Such thought took formal form in “dessication theory”: the notion that the inhabitants were responsible for the desert’s fall from afforested grace. Its upshot was that human improvement could restore these lands to fertility. Indeed, many sought to restore it to “productivity according to capital goals,” often by planting forests. In fact, as Davis shows, such forests damage the water table and do far more damage to these lands than the mélange of transhumanism and rainfall-dependent irrigation which traditional users of the land did and still do deploy.
The crucible for these ideas’ growth was the expansive growth of capitalism and colonialism, and the Lockean notion of improvement conferring ownership of land. Such notions justified enclosure at home and the great enclosure of colonialism abroad. But although Davis grounds this genealogy historically, sometimes an anti-Orientalist analytic lingers. She traces a textual thread of problematic Western notions of the desert, as though the idea was just waiting for material reality to allow it to flourish. This approach can border on a negative teleology. In any case, by the nineteenth century, amidst a drive to accumulate land, anti-nomad sentiment was omnipresent. Colonizers blamed nomads for the deserts and drylands which they sought to settle and conquer, from Tunisia and Algeria – as Davis has noted previously – to Palestine. Once declared bad for the land, traditional uses could be made increasingly illegal, opening the door for a legal justification for instituting private property rights and erasing “indigenous communal land tenure.”
Davis is the rare social scientist who has the gift of traversing the social-natural disciplinary boundary. Few who write on agriculture or political ecology ground themselves in the natural sciences as has Davis – although more of it could have made its way into the book. This question, of social scientists’ troubled engagement with the life sciences, is central to Salvatore Engel-Di Mauro’s difficult Ecology, Soils, and the Left. Engel-Di Mauro focuses on that thin substrate that makes human life and institutions of trade and power possible: the soil.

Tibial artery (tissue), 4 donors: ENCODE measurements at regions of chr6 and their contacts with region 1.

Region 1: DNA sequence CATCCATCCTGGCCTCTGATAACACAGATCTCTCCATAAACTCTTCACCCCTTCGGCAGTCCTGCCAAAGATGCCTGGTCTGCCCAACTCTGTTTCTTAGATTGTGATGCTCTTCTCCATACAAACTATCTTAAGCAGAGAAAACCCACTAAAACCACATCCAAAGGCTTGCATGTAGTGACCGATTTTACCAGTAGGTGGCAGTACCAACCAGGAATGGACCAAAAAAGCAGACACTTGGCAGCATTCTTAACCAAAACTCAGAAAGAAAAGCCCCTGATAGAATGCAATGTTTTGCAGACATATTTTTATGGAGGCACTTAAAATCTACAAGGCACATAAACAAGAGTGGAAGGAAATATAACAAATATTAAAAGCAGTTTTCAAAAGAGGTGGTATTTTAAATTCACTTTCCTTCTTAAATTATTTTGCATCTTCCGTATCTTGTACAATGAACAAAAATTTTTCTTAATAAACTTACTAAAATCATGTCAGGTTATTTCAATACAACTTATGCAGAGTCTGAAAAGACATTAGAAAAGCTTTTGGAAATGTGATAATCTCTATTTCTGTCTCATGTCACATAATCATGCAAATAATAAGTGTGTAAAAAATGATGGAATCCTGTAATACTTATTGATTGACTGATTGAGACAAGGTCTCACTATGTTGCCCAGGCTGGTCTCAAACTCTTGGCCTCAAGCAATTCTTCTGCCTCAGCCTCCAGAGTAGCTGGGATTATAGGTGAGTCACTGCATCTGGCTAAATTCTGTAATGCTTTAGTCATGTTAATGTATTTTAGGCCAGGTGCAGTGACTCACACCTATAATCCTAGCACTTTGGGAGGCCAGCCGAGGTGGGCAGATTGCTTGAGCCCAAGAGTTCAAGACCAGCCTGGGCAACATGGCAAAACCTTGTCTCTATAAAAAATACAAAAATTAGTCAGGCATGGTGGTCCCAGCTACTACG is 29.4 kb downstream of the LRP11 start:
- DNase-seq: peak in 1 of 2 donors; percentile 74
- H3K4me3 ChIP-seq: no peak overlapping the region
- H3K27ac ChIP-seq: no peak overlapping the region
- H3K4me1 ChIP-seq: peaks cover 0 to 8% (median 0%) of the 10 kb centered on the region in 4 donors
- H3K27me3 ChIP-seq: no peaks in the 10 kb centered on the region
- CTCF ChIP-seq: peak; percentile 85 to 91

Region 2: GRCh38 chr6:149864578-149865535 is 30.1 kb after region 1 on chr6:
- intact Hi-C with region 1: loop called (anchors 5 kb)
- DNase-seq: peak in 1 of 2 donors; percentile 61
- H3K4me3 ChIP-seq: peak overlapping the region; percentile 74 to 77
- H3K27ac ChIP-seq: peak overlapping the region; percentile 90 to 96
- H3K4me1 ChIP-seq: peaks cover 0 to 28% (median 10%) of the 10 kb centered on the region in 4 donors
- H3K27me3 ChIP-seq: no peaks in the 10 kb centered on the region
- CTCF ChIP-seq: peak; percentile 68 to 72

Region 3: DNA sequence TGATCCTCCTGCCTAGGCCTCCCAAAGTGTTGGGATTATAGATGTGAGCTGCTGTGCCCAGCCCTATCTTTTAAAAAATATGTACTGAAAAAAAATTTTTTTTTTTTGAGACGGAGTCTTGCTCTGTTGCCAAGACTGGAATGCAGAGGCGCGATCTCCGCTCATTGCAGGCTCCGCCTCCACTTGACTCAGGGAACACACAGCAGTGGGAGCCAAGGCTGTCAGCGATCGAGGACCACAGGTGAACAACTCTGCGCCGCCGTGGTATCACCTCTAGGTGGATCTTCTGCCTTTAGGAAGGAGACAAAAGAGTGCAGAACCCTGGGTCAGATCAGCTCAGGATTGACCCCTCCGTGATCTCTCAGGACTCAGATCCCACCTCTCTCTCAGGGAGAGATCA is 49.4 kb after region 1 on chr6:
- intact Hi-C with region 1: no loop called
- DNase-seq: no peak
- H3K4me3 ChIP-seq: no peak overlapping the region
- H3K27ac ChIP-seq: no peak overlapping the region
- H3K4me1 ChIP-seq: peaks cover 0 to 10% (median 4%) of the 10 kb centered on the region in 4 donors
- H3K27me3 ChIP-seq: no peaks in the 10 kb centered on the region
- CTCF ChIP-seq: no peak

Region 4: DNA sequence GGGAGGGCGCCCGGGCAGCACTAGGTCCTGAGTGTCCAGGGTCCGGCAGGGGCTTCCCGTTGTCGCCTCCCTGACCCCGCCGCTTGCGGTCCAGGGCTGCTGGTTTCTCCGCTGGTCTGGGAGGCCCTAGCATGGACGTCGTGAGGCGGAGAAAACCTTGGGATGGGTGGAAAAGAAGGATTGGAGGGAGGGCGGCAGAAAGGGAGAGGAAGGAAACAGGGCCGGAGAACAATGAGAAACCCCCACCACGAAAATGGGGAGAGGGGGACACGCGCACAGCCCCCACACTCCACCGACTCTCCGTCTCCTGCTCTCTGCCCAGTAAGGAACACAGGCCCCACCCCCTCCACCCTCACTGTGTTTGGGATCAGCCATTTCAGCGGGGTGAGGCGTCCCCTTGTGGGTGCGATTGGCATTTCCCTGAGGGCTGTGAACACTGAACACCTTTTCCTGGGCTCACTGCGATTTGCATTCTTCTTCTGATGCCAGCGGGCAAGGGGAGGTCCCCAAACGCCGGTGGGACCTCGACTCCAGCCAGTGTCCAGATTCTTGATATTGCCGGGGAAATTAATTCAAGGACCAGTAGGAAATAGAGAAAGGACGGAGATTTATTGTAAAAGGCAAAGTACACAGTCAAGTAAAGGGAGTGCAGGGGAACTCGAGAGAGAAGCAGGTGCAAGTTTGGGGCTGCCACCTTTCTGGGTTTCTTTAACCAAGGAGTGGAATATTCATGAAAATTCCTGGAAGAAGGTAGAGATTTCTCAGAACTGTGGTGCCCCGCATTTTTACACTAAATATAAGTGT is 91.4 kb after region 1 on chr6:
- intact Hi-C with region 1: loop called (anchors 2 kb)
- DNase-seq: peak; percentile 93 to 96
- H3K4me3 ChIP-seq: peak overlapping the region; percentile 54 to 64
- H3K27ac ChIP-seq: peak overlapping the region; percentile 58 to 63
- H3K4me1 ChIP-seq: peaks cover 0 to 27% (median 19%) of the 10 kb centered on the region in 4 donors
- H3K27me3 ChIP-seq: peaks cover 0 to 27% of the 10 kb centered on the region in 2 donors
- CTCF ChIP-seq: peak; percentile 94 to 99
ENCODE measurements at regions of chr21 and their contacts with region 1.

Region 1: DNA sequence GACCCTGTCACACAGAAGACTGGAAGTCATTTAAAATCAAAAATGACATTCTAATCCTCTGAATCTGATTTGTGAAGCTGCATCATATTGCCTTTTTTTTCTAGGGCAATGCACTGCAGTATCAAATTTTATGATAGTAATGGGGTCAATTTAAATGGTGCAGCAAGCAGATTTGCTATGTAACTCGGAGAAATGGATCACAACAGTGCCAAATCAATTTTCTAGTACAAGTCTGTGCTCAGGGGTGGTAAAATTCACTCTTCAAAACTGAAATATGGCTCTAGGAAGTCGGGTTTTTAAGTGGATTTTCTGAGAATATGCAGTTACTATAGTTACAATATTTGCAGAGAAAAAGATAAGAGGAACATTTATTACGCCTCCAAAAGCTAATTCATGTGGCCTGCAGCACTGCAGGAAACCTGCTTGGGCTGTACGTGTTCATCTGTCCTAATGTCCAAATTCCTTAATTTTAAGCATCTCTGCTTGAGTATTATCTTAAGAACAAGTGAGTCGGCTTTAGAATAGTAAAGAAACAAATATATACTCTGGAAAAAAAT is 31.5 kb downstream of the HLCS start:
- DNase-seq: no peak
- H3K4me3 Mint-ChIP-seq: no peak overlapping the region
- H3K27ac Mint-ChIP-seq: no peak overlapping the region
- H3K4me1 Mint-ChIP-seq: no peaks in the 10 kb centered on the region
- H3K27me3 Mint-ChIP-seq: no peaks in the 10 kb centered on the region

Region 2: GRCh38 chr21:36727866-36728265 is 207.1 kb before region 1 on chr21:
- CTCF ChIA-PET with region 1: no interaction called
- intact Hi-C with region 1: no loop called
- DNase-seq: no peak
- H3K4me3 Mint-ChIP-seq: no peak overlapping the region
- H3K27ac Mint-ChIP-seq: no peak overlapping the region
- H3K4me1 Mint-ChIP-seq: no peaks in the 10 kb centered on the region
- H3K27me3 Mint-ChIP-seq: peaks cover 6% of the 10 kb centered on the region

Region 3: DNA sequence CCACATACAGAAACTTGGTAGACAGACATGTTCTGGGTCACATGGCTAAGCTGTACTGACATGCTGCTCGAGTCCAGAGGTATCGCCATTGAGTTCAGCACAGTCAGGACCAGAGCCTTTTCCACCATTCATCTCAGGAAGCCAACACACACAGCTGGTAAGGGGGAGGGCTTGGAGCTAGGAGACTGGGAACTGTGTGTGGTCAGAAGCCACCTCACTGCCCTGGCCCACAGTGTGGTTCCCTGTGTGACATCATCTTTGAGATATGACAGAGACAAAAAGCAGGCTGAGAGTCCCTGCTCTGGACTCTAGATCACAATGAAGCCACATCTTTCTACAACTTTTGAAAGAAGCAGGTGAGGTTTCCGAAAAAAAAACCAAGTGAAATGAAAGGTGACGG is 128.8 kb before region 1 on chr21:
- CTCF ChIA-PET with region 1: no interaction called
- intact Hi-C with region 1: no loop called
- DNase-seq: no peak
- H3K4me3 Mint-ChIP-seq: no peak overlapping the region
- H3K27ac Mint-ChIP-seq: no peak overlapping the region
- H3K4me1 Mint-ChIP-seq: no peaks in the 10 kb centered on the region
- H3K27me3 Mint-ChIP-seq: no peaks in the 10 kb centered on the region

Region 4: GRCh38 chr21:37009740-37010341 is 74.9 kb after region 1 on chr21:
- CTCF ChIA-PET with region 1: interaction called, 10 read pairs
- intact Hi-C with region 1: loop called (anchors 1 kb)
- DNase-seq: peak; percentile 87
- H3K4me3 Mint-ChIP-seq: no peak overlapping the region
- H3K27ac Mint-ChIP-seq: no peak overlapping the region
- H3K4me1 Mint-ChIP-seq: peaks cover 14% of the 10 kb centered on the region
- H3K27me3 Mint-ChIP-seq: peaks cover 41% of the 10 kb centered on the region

The book is a critical tour-de-force, informed by deep expertise in soil science. Thus armed, the author is prepared to disassemble the assumptions underlying the work of soil scientists’ and social scientists alike. He criticizes the former for their pretensions to value-neutrality and the latter for a lack of attention to the processes which “occur independently of humans’ understandings of them.”
One key contribution is the discussion of soil-preservation practices and alarmist notions of “peak soil,” a notion which flourished in the 2000s, referring to peaking amounts of arable land per person. Here the author illustrates the one-two punch of expertise in the relevant literature and a decolonial and anti-capitalist politic. He first shows how peak soil sidesteps human ability to both form and conserve soils. In turn, he suggests that “it would be more reasonable to learn from existing conservation practices and to facilitate their strengthening or diffusion in rune with ecosystems and social context.” This is a call for science, in effect, from the people, and the local and tacit knowledges they deploy in their everyday practice.
Another example of the author's adeptness in multiple disciplines is his analysis of soil degradation. It happens, but what does that mean? For mainstream scientists, soil quality is good when it can support organisms, process exchanges of matter, and provide habitat. But as with the arid lands, what kind of habitat, and for whom? Desertification is by and large, actually a construct of value-laden science. Land great for grazing may be useless for high-input commercial farming, but often scientists simply assume that the land will be for the latter, and assess soil quality accordingly. But that assumption is only brought to light when one has unpacked the analyses and analyzed the metrics of mainstream science, an impossibility without an immersion in that science itself.
This does not mean an end to disciplines (or at least all disciplines) but means that we should read more science, a point Engel-Di Mauro elucidates by showing rather than telling – and doing so with rare, and occasionally overwhelming, depth.